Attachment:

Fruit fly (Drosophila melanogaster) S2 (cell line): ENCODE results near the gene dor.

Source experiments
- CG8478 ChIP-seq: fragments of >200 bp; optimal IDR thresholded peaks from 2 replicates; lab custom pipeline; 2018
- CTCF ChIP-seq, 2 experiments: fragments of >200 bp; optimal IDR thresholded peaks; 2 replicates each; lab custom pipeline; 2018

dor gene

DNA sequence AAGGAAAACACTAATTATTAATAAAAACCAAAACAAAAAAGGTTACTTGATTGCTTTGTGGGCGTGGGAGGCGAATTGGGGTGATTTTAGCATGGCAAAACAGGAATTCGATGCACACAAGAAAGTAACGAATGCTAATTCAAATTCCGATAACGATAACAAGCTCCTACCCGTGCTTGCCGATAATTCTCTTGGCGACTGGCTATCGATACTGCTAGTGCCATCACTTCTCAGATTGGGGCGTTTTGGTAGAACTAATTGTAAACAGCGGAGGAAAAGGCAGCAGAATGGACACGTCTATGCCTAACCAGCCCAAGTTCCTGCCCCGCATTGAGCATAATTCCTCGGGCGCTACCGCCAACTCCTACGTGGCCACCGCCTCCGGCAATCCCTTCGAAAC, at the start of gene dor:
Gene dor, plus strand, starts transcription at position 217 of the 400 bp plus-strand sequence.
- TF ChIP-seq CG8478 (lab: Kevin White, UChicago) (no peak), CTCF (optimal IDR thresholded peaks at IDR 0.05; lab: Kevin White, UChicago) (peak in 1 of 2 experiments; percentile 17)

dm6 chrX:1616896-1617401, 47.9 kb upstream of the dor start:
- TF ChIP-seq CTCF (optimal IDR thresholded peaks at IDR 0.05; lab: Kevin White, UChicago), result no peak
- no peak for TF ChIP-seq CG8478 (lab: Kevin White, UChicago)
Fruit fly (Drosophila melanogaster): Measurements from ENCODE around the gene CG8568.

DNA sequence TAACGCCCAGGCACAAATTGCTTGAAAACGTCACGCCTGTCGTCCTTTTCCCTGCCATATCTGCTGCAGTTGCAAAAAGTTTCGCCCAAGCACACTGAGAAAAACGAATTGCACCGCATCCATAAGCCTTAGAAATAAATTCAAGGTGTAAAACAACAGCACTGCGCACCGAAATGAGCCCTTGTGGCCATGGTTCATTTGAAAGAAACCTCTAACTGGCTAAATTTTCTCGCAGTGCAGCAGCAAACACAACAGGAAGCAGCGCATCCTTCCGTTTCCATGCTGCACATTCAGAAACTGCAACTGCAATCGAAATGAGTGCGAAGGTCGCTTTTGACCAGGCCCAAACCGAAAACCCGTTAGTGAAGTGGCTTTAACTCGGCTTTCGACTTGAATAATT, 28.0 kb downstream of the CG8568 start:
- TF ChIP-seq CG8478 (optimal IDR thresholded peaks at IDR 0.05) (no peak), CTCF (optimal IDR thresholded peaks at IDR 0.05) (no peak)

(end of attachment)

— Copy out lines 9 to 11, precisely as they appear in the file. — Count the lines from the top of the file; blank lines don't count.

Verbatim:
dm6 chrX:1616896-1617401, 47.9 kb upstream of the dor start:
- TF ChIP-seq CTCF (optimal IDR thresholded peaks at IDR 0.05; lab: Kevin White, UChicago), result no peak
- no peak for TF ChIP-seq CG8478 (lab: Kevin White, UChicago)